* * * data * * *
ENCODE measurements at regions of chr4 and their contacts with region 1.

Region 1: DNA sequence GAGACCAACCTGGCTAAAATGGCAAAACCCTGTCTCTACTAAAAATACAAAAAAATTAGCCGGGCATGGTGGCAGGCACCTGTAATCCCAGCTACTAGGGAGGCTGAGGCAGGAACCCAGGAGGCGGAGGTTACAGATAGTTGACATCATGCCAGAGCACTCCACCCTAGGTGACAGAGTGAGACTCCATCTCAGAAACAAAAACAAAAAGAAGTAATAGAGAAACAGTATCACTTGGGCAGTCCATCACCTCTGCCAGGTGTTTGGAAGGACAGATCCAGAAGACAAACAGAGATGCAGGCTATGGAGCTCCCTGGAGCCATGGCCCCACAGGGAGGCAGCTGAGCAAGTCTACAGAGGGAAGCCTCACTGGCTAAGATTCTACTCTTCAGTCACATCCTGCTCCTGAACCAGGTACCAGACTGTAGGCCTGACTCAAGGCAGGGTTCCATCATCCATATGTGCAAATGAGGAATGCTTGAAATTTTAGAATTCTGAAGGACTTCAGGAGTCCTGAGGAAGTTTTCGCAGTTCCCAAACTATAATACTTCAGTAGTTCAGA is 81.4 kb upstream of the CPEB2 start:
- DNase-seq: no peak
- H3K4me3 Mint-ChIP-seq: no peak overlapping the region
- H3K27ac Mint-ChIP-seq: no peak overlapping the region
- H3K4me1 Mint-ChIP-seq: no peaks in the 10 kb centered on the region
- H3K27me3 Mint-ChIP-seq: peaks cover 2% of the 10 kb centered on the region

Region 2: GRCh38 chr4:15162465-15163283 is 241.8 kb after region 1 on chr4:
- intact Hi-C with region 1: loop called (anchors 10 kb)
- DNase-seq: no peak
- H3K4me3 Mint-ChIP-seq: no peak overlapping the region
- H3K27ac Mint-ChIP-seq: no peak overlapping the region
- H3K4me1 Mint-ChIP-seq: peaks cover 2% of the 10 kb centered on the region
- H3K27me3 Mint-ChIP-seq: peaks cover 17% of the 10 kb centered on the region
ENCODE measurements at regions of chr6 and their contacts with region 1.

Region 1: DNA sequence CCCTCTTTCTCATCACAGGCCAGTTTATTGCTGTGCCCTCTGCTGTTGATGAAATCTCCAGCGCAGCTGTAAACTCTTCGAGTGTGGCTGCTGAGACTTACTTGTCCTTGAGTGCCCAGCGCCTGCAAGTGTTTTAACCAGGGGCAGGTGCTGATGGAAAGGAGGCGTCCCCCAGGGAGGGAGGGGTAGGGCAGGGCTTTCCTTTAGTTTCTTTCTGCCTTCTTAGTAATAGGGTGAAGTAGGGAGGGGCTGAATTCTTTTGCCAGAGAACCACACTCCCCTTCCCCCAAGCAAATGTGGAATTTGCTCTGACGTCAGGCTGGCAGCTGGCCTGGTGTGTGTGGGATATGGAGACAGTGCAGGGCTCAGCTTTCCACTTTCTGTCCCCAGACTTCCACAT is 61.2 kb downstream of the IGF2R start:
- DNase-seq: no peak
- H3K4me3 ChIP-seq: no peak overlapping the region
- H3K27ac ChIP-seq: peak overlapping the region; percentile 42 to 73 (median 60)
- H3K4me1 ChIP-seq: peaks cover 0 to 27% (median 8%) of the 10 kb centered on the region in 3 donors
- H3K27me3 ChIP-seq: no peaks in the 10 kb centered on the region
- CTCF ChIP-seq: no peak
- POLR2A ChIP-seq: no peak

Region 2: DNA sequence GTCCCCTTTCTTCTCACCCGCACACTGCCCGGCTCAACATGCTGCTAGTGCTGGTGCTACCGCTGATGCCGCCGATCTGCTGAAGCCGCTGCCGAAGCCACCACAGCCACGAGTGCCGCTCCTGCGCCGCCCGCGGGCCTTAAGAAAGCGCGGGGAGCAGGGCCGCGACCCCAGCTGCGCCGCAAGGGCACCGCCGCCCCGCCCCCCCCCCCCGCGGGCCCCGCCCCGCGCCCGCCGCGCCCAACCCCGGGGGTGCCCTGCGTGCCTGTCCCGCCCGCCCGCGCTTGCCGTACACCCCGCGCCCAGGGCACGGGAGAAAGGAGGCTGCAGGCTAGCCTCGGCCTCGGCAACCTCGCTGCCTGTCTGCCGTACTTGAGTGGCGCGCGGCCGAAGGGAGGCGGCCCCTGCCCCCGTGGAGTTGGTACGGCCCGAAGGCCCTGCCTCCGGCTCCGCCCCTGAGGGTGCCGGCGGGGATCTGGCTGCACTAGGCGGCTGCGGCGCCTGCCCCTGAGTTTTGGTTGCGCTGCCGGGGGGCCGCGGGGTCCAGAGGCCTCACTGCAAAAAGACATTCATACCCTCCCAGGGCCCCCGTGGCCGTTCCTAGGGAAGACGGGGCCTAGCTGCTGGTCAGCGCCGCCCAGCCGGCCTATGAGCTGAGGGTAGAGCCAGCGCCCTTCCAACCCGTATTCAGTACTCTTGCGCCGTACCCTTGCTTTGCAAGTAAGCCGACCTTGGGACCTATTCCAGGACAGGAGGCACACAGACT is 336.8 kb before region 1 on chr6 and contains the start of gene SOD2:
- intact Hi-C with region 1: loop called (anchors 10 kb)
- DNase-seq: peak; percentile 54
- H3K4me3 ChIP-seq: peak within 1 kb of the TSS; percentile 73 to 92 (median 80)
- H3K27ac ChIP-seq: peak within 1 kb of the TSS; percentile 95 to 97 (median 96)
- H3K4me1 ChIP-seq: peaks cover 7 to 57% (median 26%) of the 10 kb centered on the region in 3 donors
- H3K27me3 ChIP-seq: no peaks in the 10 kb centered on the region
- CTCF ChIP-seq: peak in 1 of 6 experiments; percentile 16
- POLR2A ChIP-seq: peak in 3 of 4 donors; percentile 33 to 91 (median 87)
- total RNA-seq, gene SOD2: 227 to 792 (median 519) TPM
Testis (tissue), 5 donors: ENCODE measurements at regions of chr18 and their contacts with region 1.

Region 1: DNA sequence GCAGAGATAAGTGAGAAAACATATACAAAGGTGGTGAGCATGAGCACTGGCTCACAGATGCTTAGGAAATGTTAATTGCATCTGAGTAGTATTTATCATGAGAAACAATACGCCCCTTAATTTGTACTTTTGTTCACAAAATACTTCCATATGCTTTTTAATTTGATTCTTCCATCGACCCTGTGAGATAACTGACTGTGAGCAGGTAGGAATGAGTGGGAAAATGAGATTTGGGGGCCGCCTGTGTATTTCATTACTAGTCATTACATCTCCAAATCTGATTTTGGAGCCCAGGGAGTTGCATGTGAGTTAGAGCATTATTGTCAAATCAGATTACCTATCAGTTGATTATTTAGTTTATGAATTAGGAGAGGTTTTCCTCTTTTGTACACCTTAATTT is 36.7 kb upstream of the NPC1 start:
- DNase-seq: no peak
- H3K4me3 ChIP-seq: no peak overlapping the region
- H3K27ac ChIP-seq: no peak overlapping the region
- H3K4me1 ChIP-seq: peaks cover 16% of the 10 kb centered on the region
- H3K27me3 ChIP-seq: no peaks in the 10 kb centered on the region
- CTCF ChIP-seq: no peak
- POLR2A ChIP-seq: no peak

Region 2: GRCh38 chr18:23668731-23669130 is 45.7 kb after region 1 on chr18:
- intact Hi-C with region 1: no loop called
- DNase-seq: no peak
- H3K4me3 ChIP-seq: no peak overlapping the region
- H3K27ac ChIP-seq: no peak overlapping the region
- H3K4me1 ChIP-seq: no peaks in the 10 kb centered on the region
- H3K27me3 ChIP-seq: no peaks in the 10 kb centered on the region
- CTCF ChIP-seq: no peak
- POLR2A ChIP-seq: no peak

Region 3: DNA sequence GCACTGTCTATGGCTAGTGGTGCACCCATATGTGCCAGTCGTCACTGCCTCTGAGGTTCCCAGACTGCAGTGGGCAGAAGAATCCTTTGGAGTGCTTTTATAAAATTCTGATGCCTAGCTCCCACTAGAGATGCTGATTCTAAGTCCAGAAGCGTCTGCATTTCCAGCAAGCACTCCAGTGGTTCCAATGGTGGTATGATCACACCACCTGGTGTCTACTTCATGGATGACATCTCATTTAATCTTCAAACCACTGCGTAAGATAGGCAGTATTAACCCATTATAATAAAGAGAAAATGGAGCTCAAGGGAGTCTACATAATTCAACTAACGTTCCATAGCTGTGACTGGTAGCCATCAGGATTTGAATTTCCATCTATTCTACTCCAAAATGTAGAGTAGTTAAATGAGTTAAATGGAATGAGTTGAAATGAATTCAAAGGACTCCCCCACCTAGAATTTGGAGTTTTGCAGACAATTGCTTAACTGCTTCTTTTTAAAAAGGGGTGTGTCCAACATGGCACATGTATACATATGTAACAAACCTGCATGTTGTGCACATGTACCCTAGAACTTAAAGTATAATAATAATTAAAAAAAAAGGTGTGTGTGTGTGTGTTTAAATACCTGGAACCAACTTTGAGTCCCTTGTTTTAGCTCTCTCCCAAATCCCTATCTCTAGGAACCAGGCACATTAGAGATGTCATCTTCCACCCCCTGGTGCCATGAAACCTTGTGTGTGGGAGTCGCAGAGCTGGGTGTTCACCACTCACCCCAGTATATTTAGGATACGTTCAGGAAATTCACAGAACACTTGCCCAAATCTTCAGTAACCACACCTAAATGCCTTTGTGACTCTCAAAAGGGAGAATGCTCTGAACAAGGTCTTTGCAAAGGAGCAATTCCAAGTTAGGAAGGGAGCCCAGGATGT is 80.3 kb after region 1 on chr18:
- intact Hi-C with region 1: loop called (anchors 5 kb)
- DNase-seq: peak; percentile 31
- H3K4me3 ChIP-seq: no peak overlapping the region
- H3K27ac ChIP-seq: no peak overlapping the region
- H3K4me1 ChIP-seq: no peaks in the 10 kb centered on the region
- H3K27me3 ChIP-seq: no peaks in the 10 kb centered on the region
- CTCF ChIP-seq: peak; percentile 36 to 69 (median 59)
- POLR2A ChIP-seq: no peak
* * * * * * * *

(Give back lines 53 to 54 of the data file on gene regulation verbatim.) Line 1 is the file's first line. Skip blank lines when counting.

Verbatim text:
- intact Hi-C with region 1: loop called (anchors 5 kb)
- DNase-seq: peak; percentile 31